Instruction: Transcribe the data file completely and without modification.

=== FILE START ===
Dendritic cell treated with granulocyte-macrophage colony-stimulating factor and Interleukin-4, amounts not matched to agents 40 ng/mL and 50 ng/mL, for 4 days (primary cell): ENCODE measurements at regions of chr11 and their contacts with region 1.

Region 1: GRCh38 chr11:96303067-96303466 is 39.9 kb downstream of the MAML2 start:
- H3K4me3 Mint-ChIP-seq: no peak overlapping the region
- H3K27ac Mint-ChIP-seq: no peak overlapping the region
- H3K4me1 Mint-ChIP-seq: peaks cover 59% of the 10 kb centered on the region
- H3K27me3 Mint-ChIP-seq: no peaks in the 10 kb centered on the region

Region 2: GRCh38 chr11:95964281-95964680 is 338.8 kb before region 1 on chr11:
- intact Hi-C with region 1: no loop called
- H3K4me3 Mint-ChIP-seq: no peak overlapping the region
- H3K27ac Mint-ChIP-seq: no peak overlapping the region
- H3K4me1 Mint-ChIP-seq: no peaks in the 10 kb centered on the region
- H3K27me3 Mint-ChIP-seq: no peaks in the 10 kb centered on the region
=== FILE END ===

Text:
Dendritic cell treated with granulocyte-macrophage colony-stimulating factor and Interleukin-4, amounts not matched to agents 40 ng/mL and 50 ng/mL, for 4 days (primary cell): ENCODE measurements at regions of chr11 and their contacts with region 1.

Region 1: GRCh38 chr11:96303067-96303466 is 39.9 kb downstream of the MAML2 start:
- H3K4me3 Mint-ChIP-seq: no peak overlapping the region
- H3K27ac Mint-ChIP-seq: no peak overlapping the region
- H3K4me1 Mint-ChIP-seq: peaks cover 59% of the 10 kb centered on the region
- H3K27me3 Mint-ChIP-seq: no peaks in the 10 kb centered on the region

Region 2: GRCh38 chr11:95964281-95964680 is 338.8 kb before region 1 on chr11:
- intact Hi-C with region 1: no loop called
- H3K4me3 Mint-ChIP-seq: no peak overlapping the region
- H3K27ac Mint-ChIP-seq: no peak overlapping the region
- H3K4me1 Mint-ChIP-seq: no peaks in the 10 kb centered on the region
- H3K27me3 Mint-ChIP-seq: no peaks in the 10 kb centered on the region